Steward challenged participants to think about the requirements for successful transdisciplinary collaborations and what impact those requirements can have on training students. In his opinion, a transdisciplinary team should be composed of specialists, not people with a general knowledge of their discipline. For example, if a team requires a neuroscientist, he noted that this person needs to be a card-carrying neuroscientist, that is, someone with a Ph.D. in neuroscience who regularly does neuroscience research. Similarly, if a neuroscientist were putting together a team requiring a mathematician, the neuroscientist would want a card-carrying mathematician, not a neuroscientist with some knowledge of math. Although several participants had differing opinions on the type of neuroscientist needed for such transdisciplinary collaboration—particularly given that most individuals engaged in the neuroscience workforce would not be
considered a card-carrying neuroscientist—Steward noted that there is still a need for experts in the discipline of neuroscience.
Related to the question of specialization versus generalization, Steward discussed the differences between the training of neuroscientists—training in the core knowledge of a discipline that qualifies one to be called a neuroscientist—and training in neuroscience—training for individuals in other disciplines that would allow them to be partners in the greater enterprise of neuroscience research. Steward’s opinion was that a single graduate program probably could not effectively accommodate both of these needs. Instead, programs should carefully consider these differences when developing their training goals and either define themselves as institutes, which are cross-disciplinary, or departments, which have a specialized focus.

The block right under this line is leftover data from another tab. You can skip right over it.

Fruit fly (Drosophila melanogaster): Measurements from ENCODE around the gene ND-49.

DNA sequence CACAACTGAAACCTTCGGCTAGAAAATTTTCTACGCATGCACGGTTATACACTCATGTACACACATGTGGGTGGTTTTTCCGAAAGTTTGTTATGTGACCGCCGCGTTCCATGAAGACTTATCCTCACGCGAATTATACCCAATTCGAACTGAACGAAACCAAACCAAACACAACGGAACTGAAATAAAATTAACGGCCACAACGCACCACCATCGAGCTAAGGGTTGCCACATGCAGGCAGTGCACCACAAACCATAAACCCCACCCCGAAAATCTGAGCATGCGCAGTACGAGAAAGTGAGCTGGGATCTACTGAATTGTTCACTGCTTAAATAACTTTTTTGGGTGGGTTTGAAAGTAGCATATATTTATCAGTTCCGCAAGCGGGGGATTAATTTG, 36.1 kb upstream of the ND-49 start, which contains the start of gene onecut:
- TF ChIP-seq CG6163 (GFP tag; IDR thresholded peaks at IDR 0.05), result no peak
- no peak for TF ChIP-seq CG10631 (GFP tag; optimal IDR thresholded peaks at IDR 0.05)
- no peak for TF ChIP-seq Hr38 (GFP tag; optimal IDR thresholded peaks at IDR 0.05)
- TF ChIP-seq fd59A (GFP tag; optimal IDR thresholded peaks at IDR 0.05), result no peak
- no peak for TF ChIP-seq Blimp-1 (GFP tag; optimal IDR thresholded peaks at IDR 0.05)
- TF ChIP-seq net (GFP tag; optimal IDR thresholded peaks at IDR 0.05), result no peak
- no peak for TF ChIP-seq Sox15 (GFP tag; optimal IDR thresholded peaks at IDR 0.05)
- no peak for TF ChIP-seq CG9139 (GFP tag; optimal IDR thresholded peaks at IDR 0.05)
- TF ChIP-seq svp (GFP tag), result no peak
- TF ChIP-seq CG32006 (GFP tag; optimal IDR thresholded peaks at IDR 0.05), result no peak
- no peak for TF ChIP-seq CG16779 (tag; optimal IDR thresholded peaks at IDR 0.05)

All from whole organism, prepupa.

As for the training of neuroscientists, a number of participants asked, what does every card-carrying neuroscientist need to know? While there were no clear answers, many participants agreed there should be a limit to how many additional courses should be required of students given the already long average time to earn a degree, even if that limit means sacrificing breadth of knowledge. According to a few workshop participants, one way around this class time limit is to offer micro- or nano-courses, rather than semester-long courses, to give students a chance to sample relevant topics. In addition, several workshop participants suggested that many neuroscience courses could be more effective as a series of coordinated hands-on exercises or demonstrations rather than traditional didactic lectures. More importantly, graduate students need to be trained in how to do rigorous science (as noted in Chapter 3) and establish effective transdisciplinary collaborations.
Another potential training-related choice that Steward pointed out is training students to be Renaissance scientists or goal-directed scientists. The former operate in a mode of pure exploration and discovery, while the latter can be plugged into teams to solve specific problems and develop treatments for disorders. Again, Steward suggested that different tracks are needed to train each type of scientist.
Reconsidering the One-Size-Fits-All Approach to Training